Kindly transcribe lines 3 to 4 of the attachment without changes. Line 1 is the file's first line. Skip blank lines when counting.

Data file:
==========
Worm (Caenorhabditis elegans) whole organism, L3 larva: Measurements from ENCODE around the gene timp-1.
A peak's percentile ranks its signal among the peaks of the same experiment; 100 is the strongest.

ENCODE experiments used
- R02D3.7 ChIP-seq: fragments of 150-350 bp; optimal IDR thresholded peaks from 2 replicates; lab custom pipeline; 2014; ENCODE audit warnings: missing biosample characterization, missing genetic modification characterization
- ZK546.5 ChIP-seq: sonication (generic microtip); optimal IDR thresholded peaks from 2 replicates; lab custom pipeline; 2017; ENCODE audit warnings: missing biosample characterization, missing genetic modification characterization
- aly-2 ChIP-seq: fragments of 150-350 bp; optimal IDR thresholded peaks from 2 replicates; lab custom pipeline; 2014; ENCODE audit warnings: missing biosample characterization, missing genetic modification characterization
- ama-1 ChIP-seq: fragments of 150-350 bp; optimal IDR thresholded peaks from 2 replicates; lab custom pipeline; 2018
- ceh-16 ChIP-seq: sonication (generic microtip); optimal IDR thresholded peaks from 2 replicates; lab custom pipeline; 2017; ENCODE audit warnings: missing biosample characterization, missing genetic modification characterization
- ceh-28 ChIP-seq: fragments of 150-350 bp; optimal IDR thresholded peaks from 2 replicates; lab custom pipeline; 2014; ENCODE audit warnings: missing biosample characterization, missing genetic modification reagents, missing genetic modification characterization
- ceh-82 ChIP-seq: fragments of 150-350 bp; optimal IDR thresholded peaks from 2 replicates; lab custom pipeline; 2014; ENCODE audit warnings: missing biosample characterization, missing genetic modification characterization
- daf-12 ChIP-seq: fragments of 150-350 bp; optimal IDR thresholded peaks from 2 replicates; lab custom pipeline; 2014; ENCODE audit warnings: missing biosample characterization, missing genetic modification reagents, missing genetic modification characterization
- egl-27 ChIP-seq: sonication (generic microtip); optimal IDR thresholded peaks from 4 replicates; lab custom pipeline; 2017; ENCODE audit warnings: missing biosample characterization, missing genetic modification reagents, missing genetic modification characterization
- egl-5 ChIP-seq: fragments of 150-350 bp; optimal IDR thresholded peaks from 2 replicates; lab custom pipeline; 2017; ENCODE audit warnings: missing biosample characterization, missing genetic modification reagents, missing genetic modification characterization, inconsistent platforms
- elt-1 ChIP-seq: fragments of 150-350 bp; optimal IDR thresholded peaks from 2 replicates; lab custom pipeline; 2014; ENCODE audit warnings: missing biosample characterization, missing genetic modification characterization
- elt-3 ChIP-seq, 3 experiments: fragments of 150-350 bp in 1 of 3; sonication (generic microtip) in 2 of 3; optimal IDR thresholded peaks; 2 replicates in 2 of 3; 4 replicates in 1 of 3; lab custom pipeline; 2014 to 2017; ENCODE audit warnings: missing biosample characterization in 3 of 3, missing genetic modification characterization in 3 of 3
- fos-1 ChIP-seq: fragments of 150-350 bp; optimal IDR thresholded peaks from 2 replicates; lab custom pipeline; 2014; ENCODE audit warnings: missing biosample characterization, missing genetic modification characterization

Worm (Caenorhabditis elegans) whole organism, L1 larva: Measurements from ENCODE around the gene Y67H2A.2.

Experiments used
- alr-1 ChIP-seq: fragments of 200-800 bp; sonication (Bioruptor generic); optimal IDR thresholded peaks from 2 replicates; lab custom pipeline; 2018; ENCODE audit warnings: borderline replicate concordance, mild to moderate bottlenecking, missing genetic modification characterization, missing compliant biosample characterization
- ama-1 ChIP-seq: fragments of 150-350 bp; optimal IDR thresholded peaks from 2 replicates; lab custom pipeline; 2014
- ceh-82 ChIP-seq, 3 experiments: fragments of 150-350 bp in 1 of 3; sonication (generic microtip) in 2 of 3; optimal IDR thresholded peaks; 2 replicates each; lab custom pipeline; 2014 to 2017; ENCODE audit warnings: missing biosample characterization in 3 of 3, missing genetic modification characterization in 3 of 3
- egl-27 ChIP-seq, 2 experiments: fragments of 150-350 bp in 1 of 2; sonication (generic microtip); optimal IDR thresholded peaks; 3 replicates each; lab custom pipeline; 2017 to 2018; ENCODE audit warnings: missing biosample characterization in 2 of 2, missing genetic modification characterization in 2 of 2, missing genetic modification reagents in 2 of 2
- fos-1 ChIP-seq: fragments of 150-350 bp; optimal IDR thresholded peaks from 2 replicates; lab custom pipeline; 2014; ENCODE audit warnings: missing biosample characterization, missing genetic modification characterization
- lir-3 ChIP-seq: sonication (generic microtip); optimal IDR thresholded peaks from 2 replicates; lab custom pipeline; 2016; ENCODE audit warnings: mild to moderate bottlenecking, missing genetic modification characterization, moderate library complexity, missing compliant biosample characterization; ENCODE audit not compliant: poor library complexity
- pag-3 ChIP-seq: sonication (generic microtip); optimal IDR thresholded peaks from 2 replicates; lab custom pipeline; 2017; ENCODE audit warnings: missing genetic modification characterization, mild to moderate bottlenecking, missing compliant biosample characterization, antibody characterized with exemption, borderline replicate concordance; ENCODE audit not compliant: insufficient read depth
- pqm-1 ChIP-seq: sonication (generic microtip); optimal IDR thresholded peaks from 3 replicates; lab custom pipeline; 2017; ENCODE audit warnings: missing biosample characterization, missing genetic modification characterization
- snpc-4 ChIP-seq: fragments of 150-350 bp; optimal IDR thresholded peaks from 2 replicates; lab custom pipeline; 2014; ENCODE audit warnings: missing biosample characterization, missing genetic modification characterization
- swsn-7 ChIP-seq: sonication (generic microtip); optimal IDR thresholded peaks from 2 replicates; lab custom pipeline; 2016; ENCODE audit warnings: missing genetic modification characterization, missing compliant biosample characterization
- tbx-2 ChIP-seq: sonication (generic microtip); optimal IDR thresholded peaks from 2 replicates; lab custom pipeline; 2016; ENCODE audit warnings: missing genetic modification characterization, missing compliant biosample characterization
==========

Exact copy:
ENCODE experiments used
- R02D3.7 ChIP-seq: fragments of 150-350 bp; optimal IDR thresholded peaks from 2 replicates; lab custom pipeline; 2014; ENCODE audit warnings: missing biosample characterization, missing genetic modification characterization